This does not mean, however, that Russia failed to inflict heavy losses on Ukraine’s defense forces. Ukraine has suffered from an abundance of troops but a critical shortage of heavy equipment. From tanks to anti-aircraft systems to fighters and bombers to artillery and anti-armour systems, Ukraine is outmatched. They prevailed by making significant sacrifices, expending what little fighting systems they had at their disposal – although doing so judiciously – and making difficult decisions.
Ukraine’s decision to tactically destroy bridges into Kyiv proved instrumental in slowing the Russian advance, however, it placed communities like Bucha, Hostamel and Irpin beyond ease of access for evacuation and Ukraine’s their ability to retake these key cities. It is a tragic but necessary reality of war that hard decisions must be made from the platoon leader in the field to put a soldier at high risk to flooding Demydiv to make it impassible of Russian tanks, such decisions all come at a price.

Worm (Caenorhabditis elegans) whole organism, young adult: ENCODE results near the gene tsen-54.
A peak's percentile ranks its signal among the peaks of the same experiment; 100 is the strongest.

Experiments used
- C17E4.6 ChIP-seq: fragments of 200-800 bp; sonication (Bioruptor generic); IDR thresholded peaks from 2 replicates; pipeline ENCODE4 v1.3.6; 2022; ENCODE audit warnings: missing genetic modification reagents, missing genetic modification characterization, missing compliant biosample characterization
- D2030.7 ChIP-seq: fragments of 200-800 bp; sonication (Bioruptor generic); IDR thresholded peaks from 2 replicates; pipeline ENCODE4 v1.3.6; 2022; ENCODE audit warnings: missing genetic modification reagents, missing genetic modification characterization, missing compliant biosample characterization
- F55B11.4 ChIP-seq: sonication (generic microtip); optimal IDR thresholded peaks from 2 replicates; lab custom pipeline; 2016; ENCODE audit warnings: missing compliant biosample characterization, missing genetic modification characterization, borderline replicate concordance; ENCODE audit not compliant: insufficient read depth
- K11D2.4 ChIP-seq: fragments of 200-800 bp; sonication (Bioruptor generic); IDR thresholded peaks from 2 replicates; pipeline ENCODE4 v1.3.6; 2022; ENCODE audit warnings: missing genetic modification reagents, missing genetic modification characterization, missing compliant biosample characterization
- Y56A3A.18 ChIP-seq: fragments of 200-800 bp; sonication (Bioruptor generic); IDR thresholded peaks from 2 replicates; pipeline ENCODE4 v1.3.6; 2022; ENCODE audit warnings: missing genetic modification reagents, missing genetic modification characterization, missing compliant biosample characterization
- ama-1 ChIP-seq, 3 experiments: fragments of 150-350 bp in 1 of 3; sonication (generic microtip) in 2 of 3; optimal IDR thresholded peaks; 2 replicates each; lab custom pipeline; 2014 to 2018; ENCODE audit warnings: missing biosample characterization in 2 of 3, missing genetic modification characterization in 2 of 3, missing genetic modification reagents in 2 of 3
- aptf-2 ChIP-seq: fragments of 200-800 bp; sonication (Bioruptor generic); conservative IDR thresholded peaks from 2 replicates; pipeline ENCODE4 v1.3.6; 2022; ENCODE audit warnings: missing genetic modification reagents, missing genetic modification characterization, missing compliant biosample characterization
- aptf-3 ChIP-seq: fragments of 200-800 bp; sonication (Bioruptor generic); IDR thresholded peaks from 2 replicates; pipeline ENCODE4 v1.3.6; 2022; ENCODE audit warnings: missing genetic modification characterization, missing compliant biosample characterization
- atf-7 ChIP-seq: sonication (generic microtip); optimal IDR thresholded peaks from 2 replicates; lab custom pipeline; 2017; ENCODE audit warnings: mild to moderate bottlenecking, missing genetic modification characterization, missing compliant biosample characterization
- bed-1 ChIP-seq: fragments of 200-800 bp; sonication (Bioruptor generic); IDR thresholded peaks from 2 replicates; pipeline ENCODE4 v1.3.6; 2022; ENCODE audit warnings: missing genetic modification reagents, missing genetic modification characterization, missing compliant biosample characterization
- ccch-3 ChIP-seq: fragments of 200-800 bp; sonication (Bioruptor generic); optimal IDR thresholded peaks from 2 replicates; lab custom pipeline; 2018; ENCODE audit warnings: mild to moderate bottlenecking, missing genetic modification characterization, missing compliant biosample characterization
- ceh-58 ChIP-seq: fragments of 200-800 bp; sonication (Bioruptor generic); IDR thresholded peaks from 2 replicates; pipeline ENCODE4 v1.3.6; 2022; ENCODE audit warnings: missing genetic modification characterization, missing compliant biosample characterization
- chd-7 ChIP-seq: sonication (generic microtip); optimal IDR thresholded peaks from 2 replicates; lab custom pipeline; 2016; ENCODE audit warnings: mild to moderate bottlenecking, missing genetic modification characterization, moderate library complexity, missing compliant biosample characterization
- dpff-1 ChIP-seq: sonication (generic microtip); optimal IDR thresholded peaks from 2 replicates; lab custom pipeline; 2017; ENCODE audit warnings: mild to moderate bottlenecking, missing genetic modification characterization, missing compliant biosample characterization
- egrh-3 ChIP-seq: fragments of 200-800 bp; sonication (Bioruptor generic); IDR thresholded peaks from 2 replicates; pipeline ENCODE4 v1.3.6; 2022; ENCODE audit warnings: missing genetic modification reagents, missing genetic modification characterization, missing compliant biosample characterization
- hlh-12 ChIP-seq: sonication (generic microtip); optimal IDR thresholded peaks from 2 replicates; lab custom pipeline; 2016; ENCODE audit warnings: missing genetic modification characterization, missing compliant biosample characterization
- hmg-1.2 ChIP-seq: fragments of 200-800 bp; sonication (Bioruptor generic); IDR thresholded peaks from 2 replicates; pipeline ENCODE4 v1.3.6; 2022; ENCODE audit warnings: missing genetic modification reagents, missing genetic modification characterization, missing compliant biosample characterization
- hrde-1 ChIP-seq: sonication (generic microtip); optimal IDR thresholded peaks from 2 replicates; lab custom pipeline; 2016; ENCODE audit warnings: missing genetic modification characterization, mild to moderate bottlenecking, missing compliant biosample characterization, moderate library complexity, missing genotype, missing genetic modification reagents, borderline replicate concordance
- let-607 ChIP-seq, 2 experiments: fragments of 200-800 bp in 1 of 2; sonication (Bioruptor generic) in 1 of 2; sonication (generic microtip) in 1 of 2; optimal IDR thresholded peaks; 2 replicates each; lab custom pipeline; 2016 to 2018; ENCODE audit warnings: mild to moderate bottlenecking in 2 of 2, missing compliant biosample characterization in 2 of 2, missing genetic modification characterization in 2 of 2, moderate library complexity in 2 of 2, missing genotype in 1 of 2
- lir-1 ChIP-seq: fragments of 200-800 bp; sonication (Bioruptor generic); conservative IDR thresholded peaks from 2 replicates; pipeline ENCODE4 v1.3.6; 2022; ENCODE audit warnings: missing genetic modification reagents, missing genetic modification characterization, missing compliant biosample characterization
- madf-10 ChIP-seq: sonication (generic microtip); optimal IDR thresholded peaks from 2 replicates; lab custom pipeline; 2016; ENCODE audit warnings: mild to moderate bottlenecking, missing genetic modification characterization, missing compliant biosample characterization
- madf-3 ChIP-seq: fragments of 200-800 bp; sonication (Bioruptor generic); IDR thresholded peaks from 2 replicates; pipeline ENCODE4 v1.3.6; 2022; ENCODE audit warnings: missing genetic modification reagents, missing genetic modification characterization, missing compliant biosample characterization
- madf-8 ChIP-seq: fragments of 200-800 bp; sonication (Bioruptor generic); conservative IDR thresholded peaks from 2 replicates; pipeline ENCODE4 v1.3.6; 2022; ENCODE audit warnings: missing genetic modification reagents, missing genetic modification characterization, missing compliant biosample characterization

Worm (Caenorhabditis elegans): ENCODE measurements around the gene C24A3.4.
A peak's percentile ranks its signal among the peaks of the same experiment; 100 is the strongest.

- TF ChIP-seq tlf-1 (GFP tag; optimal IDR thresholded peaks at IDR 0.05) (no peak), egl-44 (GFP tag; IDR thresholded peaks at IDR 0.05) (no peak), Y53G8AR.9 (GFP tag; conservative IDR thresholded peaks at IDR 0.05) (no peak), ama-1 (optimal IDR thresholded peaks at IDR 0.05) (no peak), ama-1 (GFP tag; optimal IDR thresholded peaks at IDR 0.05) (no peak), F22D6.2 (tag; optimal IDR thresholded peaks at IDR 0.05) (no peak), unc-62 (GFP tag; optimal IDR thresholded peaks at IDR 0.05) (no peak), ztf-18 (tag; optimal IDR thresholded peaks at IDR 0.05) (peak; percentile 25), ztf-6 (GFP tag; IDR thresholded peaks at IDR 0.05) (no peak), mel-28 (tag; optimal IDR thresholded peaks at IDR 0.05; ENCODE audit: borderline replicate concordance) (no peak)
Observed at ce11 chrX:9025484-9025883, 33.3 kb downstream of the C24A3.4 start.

It was unique in my 40-yearsas either a soldier, Defense & Security Analyst and/or journalist to have witnessed such capable fighting forces as I have in the Armed Forces of Ukraine. Even the Territorial Defense Forces have a high level of training and knowledge. No longer the rag-tag forces that confronted the Russian invasion in 2014, today’s Ukrainian troops are a mix of battle-hardened veterans and neophyte recruits. The veterans take care to bring their recent recruits up-to-speed in everything from keeping their weapons clean to employing advanced fighting tactics like laying down coordinated suppressing fire for maneuver and advance on an objective. Those who were accountants or shop workers weeks ago have undergone their baptism of fire and learned by example. They are a formidle force and Ukraine still has a vast population upon whom to draw for recruits and draftees.